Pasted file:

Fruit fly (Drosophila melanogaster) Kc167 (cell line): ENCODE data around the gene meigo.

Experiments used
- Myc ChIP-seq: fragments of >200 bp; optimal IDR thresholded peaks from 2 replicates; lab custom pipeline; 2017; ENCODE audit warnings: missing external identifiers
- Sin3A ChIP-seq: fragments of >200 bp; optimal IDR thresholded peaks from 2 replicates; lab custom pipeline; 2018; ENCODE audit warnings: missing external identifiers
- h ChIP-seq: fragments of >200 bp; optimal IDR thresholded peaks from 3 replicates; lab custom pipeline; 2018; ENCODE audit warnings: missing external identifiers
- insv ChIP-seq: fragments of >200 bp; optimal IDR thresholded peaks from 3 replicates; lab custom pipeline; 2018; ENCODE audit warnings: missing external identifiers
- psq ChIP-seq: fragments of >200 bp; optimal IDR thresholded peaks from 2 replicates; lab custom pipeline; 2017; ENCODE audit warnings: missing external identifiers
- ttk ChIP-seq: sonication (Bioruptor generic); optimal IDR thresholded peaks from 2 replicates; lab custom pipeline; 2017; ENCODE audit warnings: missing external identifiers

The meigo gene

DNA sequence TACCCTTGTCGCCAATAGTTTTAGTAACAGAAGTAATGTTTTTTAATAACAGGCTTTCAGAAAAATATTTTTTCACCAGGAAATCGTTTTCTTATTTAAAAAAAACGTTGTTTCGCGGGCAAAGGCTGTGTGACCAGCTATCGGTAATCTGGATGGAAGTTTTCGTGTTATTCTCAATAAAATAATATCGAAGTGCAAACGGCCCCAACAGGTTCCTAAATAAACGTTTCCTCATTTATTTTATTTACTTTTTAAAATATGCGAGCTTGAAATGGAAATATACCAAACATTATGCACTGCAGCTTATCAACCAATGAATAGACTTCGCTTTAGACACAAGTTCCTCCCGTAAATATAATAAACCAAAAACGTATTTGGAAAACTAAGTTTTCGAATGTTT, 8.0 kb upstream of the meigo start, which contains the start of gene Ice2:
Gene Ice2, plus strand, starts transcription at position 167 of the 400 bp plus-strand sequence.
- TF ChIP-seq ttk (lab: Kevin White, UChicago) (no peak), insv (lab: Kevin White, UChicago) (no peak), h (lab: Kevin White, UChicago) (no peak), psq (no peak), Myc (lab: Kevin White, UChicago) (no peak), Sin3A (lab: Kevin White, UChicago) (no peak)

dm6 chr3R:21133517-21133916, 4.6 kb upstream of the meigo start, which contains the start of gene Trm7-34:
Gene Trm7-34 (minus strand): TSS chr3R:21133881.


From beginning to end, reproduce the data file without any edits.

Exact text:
Fruit fly (Drosophila melanogaster) Kc167 (cell line): ENCODE data around the gene meigo.

Experiments used
- Myc ChIP-seq: fragments of >200 bp; optimal IDR thresholded peaks from 2 replicates; lab custom pipeline; 2017; ENCODE audit warnings: missing external identifiers
- Sin3A ChIP-seq: fragments of >200 bp; optimal IDR thresholded peaks from 2 replicates; lab custom pipeline; 2018; ENCODE audit warnings: missing external identifiers
- h ChIP-seq: fragments of >200 bp; optimal IDR thresholded peaks from 3 replicates; lab custom pipeline; 2018; ENCODE audit warnings: missing external identifiers
- insv ChIP-seq: fragments of >200 bp; optimal IDR thresholded peaks from 3 replicates; lab custom pipeline; 2018; ENCODE audit warnings: missing external identifiers
- psq ChIP-seq: fragments of >200 bp; optimal IDR thresholded peaks from 2 replicates; lab custom pipeline; 2017; ENCODE audit warnings: missing external identifiers
- ttk ChIP-seq: sonication (Bioruptor generic); optimal IDR thresholded peaks from 2 replicates; lab custom pipeline; 2017; ENCODE audit warnings: missing external identifiers

The meigo gene

DNA sequence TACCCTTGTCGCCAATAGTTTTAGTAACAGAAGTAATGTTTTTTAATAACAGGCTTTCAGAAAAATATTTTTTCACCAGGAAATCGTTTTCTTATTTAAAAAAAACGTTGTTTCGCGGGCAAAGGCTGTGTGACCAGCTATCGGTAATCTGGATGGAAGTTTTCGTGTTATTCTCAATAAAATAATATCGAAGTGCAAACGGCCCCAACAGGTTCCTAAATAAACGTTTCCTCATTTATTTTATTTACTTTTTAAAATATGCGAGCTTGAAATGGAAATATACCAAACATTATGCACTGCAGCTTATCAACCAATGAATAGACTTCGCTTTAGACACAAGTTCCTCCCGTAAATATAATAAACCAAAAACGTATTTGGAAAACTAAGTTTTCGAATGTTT, 8.0 kb upstream of the meigo start, which contains the start of gene Ice2:
Gene Ice2, plus strand, starts transcription at position 167 of the 400 bp plus-strand sequence.
- TF ChIP-seq ttk (lab: Kevin White, UChicago) (no peak), insv (lab: Kevin White, UChicago) (no peak), h (lab: Kevin White, UChicago) (no peak), psq (no peak), Myc (lab: Kevin White, UChicago) (no peak), Sin3A (lab: Kevin White, UChicago) (no peak)

dm6 chr3R:21133517-21133916, 4.6 kb upstream of the meigo start, which contains the start of gene Trm7-34:
Gene Trm7-34 (minus strand): TSS chr3R:21133881.